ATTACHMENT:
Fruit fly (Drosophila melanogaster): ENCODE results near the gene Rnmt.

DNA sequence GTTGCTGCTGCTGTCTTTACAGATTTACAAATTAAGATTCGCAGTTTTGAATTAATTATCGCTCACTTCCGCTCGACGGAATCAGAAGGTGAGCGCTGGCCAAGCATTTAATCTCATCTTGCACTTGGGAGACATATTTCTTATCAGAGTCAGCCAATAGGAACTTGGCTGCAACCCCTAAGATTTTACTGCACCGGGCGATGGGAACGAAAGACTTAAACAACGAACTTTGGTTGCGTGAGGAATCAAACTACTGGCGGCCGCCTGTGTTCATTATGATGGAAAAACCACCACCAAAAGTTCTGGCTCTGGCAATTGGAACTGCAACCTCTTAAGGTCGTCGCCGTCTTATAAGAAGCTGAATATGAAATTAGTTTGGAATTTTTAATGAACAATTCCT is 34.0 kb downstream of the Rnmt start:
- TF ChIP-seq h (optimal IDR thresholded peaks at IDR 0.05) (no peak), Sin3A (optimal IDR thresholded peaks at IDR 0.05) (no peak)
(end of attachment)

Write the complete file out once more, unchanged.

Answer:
Fruit fly (Drosophila melanogaster): ENCODE results near the gene Rnmt.

DNA sequence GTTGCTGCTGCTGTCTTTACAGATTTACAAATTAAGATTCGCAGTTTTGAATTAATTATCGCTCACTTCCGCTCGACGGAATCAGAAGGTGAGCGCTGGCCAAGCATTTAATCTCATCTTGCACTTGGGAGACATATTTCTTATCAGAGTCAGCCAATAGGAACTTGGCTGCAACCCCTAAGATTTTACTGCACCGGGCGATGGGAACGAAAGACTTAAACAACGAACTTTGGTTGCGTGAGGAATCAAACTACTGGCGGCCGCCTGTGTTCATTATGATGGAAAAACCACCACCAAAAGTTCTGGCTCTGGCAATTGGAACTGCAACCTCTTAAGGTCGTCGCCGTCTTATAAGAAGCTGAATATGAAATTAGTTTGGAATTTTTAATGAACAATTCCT is 34.0 kb downstream of the Rnmt start:
- TF ChIP-seq h (optimal IDR thresholded peaks at IDR 0.05) (no peak), Sin3A (optimal IDR thresholded peaks at IDR 0.05) (no peak)